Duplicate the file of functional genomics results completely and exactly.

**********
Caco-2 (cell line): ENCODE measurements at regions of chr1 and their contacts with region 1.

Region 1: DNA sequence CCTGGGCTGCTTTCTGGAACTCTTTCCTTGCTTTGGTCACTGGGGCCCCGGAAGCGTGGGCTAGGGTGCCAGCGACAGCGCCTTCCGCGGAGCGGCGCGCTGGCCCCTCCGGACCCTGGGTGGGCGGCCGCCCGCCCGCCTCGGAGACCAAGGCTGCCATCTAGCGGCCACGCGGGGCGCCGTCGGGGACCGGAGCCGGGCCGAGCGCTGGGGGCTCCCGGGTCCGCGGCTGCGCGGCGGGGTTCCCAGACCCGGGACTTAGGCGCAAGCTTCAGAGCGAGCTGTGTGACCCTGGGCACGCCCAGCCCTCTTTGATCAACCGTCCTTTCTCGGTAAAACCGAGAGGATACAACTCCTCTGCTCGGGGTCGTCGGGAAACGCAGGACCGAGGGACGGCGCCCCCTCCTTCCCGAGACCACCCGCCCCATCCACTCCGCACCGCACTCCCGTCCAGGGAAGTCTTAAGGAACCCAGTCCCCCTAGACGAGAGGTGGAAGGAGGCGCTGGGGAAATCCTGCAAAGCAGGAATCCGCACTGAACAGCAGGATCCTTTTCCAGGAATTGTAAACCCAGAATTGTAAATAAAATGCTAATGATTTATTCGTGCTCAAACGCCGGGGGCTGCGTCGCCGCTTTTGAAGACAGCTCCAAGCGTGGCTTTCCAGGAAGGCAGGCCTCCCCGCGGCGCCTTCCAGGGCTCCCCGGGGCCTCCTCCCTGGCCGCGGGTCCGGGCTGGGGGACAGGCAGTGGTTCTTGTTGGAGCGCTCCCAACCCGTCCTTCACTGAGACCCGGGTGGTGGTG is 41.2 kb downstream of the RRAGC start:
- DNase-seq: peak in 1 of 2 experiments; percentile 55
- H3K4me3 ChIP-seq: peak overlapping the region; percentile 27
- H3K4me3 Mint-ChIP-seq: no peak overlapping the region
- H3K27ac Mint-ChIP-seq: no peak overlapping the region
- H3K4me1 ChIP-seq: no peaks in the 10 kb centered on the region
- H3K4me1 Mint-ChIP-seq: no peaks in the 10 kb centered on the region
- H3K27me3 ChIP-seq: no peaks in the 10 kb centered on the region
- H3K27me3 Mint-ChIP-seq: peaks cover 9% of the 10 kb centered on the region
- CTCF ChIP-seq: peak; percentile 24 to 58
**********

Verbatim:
Caco-2 (cell line): ENCODE measurements at regions of chr1 and their contacts with region 1.

Region 1: DNA sequence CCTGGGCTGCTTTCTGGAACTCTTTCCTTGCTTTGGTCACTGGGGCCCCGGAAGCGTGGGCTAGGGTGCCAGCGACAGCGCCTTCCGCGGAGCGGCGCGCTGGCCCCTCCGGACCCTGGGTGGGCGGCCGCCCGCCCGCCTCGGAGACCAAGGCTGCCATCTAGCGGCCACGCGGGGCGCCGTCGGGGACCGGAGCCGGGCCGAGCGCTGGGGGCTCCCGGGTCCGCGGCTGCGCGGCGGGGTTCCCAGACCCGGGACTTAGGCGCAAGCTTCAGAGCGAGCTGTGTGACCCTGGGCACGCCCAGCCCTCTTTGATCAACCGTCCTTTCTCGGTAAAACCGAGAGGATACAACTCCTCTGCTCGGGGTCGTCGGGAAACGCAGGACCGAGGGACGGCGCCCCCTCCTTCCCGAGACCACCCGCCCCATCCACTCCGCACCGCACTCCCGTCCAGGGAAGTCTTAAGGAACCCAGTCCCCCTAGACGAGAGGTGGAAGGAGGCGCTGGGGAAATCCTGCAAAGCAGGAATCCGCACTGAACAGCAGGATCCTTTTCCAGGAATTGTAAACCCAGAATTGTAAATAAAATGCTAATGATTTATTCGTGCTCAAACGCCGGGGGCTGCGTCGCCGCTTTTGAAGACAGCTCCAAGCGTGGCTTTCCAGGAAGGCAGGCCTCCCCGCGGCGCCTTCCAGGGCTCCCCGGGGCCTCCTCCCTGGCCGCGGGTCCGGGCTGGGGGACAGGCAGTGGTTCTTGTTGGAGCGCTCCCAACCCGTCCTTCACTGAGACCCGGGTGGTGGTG is 41.2 kb downstream of the RRAGC start:
- DNase-seq: peak in 1 of 2 experiments; percentile 55
- H3K4me3 ChIP-seq: peak overlapping the region; percentile 27
- H3K4me3 Mint-ChIP-seq: no peak overlapping the region
- H3K27ac Mint-ChIP-seq: no peak overlapping the region
- H3K4me1 ChIP-seq: no peaks in the 10 kb centered on the region
- H3K4me1 Mint-ChIP-seq: no peaks in the 10 kb centered on the region
- H3K27me3 ChIP-seq: no peaks in the 10 kb centered on the region
- H3K27me3 Mint-ChIP-seq: peaks cover 9% of the 10 kb centered on the region
- CTCF ChIP-seq: peak; percentile 24 to 58